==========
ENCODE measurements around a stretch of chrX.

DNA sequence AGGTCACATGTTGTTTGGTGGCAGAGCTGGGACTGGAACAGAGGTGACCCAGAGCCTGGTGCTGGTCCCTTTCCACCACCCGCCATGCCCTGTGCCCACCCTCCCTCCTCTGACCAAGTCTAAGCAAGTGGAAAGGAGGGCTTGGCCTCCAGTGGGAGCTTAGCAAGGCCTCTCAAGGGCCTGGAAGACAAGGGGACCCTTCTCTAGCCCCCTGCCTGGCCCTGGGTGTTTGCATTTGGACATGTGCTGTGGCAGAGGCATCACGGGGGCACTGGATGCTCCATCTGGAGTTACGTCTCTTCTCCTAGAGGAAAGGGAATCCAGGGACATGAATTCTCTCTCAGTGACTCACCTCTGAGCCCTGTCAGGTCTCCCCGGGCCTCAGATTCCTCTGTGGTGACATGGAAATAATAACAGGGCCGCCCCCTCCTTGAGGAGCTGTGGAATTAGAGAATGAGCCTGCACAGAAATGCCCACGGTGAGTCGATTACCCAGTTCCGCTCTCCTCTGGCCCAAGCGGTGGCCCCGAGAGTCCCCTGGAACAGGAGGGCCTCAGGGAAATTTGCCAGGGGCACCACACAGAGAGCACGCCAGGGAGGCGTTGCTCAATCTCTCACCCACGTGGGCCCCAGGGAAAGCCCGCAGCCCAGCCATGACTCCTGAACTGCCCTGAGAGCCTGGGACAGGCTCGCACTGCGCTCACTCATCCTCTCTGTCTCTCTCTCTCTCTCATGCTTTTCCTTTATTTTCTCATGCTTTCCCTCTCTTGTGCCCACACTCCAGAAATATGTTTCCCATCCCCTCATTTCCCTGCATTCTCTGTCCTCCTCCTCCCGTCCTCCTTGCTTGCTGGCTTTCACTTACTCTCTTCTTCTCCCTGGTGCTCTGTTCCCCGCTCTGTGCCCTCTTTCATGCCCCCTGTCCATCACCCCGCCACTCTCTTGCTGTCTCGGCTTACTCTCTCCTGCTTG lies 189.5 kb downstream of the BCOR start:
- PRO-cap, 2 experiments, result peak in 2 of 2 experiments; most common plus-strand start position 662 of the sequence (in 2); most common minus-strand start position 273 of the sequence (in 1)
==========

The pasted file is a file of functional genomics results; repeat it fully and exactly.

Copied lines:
ENCODE measurements around a stretch of chrX.

DNA sequence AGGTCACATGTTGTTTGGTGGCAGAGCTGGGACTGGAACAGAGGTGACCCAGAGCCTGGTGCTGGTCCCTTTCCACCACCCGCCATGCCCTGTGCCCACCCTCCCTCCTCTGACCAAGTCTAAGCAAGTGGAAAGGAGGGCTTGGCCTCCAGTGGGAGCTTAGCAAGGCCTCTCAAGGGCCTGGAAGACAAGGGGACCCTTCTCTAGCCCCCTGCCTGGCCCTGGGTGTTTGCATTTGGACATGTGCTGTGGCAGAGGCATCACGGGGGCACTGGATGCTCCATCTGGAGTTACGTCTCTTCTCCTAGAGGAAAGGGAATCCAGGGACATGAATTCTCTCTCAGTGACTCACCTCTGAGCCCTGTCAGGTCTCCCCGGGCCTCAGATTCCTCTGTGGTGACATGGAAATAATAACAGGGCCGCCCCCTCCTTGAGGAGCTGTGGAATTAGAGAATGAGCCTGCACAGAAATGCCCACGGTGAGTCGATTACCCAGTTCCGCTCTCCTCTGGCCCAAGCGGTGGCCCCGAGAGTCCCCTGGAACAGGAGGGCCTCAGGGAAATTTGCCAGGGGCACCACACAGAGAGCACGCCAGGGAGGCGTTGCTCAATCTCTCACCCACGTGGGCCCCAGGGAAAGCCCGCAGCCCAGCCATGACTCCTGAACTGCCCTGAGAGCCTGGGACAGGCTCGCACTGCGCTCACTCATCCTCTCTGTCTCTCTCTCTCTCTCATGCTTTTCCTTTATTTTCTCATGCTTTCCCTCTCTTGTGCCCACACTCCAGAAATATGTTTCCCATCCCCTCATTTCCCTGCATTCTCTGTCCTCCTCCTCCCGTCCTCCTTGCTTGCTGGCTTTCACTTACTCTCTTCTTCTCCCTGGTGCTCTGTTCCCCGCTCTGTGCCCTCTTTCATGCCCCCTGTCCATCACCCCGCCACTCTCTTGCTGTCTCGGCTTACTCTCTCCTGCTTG lies 189.5 kb downstream of the BCOR start:
- PRO-cap, 2 experiments, result peak in 2 of 2 experiments; most common plus-strand start position 662 of the sequence (in 2); most common minus-strand start position 273 of the sequence (in 1)